How much will I receive in child support?

When the Court determines child support, they utilize the computer program Dissomaster or ExSpouse, generally in California.  There are various systems available online which can assist you in calculating what your child support will be, but you won't really know for sure what the sum will be, because the Judge has discretion on certain factors.  As a general rule, however, there are very few factors which will cause your support to go up and down.  They are:  You and your ex's wages (wages are entered as monthly gross or pre-tax or pre-deduction wages); the timeshare each party has with the child(ren); who claims the child(ren) as deductions for tax purposes; deductible mortgage interest; union dues; health insurance payments; mandatory retirement payments; and new spouse income.  The court may also grant a hardship deduction to a party for any other children which are supported and who are not from the relationship at issue.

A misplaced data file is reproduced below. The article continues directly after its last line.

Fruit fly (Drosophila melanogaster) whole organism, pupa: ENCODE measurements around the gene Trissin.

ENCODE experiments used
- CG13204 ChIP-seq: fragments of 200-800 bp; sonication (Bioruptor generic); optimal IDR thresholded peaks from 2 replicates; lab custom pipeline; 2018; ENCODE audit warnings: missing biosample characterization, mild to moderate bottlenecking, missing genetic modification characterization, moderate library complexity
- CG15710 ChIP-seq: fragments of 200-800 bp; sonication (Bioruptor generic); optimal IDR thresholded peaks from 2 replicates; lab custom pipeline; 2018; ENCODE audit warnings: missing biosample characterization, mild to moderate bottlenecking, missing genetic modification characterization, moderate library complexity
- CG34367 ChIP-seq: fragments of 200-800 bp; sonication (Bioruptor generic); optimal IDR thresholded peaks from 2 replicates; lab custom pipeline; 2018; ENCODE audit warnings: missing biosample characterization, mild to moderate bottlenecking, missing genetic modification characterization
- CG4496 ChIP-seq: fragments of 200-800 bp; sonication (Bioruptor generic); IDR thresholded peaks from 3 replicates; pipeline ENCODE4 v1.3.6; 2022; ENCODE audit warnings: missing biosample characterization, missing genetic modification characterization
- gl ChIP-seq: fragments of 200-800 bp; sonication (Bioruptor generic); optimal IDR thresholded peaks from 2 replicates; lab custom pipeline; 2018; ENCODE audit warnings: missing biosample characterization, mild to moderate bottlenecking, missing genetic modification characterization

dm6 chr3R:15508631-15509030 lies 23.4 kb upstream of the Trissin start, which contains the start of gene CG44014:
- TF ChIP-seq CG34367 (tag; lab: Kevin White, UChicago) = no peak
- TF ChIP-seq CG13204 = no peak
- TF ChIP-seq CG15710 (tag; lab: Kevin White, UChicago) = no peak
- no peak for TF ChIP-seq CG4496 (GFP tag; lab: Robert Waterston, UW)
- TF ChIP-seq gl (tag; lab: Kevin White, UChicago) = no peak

Many parties are confused about the new spouse income and believe that any monies their new spouse earns will be counted as part of their income.  This is not the case in California.  Caselaw has established that counting the new spouse income as part of that parties income and therefore raising (or lowering) that parties spousal support to their detriment, was having the effect of discouraging marriage in California, so the law was changed.  Courts no longer count new spouse income as part of your income, now it is only used to determine your tax filing bracket, if you are filing taxes with your new spouse.  The effect, generally is, that the more your new spouse earns, the less you have to pay (or the more you will recieve) in child support, because it pushes you into a higher tax bracket (if you file taxes with your new spouse), and thus you have less disposable income to pay for your children's needs because you pay more in taxes.  The theory behind this appropriate change in the law is that it is not your new spouse's financial responsibility to support the children you have with a former partner.